The Eighth Day
David C. Grabbe
Sermonette; #FT19-08s-PM; 21 minutes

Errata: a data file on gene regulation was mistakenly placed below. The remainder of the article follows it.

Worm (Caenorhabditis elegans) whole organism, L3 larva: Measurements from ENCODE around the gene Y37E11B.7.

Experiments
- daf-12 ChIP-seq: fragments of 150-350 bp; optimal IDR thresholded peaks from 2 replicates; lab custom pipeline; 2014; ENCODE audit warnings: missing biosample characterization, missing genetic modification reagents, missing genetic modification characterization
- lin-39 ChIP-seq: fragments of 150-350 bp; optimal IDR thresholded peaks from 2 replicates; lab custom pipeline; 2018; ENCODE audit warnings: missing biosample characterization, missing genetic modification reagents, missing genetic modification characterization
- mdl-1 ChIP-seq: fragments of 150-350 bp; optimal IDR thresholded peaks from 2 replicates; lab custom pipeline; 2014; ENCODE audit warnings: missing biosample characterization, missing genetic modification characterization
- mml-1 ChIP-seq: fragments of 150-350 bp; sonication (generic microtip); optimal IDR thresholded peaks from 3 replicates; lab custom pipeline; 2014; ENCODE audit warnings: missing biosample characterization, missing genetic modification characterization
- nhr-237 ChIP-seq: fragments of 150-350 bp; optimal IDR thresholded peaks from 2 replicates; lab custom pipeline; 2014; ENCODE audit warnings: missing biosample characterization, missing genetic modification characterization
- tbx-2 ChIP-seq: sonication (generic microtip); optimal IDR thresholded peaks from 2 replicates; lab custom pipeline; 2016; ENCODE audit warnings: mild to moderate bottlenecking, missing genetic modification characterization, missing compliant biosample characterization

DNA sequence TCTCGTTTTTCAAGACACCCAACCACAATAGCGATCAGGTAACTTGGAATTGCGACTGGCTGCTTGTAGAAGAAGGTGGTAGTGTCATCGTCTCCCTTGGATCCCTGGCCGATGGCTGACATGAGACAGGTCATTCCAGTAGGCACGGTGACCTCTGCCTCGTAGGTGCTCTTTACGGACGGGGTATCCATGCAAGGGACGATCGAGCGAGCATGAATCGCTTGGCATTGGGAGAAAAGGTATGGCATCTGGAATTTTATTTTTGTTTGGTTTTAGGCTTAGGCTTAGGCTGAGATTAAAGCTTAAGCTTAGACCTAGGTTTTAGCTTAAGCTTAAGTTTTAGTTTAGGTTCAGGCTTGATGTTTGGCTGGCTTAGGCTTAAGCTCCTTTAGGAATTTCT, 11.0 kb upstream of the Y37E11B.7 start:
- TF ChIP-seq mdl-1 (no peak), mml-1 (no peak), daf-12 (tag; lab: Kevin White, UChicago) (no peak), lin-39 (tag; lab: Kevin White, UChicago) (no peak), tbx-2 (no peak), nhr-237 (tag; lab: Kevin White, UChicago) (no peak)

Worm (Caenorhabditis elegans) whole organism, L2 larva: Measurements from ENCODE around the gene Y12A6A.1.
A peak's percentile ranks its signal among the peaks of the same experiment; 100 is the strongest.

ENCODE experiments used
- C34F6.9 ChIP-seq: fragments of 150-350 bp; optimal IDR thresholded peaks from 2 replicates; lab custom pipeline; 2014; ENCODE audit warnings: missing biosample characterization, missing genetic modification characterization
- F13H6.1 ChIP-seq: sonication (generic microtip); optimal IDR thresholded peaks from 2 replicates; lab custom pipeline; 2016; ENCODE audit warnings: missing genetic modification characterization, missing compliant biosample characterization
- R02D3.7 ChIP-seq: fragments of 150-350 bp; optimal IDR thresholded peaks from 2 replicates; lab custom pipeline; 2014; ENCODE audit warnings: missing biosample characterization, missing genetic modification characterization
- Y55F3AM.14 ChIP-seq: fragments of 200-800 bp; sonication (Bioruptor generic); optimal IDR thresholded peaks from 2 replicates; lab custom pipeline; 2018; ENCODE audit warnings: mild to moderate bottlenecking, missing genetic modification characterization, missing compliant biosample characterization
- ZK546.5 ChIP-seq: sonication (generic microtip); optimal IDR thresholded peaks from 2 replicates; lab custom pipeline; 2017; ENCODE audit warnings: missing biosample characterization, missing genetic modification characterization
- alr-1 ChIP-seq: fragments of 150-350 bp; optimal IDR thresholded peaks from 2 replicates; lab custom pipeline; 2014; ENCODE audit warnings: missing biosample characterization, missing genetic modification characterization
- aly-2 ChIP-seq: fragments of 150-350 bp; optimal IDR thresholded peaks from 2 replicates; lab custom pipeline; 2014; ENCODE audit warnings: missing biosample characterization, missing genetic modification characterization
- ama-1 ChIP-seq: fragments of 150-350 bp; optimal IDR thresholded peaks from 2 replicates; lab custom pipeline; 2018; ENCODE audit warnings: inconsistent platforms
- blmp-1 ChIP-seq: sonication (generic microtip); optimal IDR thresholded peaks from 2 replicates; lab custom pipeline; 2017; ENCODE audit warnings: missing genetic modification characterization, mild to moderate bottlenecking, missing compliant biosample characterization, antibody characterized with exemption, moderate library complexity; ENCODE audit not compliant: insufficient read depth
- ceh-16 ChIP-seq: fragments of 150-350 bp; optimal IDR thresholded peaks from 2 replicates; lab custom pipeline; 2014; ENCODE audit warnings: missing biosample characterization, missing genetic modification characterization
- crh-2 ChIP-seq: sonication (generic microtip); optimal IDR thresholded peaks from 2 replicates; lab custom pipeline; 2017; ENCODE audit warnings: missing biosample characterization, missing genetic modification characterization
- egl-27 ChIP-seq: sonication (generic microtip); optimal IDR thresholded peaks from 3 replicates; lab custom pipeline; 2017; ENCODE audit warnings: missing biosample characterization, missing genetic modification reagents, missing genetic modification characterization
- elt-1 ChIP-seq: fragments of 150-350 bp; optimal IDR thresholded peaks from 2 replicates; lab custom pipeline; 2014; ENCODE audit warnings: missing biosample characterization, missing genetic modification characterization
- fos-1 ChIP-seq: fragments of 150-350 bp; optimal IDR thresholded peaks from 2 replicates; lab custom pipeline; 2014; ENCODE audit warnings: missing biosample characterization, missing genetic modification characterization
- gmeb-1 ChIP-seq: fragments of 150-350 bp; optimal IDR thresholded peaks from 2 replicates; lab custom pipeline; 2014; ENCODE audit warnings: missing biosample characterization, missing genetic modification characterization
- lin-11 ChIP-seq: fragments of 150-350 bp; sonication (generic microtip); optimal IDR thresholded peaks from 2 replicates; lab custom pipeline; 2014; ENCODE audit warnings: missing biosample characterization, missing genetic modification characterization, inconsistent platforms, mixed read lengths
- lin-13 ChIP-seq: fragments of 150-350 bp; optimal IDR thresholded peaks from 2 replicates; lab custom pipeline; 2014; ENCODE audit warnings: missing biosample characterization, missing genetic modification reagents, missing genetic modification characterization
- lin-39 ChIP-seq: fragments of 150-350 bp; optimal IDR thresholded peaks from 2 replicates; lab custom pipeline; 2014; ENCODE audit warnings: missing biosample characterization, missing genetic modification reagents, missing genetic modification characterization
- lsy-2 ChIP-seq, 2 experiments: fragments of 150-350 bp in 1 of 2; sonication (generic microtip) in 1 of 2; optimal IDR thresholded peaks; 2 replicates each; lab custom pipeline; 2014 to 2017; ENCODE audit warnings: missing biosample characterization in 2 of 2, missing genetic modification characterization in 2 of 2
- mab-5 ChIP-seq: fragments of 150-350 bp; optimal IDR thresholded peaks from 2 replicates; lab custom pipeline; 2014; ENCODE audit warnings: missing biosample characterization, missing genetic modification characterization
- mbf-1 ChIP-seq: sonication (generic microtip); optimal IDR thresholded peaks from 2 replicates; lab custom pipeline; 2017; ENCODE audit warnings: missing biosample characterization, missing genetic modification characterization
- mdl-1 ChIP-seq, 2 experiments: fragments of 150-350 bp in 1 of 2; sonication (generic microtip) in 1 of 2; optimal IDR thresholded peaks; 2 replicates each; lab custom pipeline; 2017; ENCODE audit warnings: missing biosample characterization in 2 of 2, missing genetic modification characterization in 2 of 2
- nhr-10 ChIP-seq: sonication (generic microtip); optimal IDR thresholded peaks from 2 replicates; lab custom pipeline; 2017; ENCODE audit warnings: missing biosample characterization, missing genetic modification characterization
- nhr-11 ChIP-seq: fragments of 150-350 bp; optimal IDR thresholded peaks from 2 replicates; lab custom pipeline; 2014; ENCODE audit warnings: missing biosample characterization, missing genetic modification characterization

The Eight Day (often called the Last Great Day) has little written about it. The root of the Hebrew word for "eight" connotes abundance and overabundance. On the eighth day, Israelites could abandon their temporary dwelling and return home, if that were practical. Compared to the Feast of Tabernacles, God halved the number of required offerings, and rejoicing was not explicitly commanded. Scripture contains other occurrences of seven days of one activity (related to holiness or the worship of God), followed by an eighth day capstone, such as circumcision, the dedication of firstborn animals, and laws concerning leprosy and the accidental breaking of a Nazirite vow. The Feast of Tabernacles plus the Eighth Day appears to be a strong echo of the consecration of priests in Leviticus 8-9. If Jesus were born on the first day of the Feast of Tabernacles (as suggested by Bullinger), He would have tabernacled with His people in temporary quarters for eight days (in a manger or booth) and would have been circumcised on the eighth day, a sign of entering the Covenant as a Man.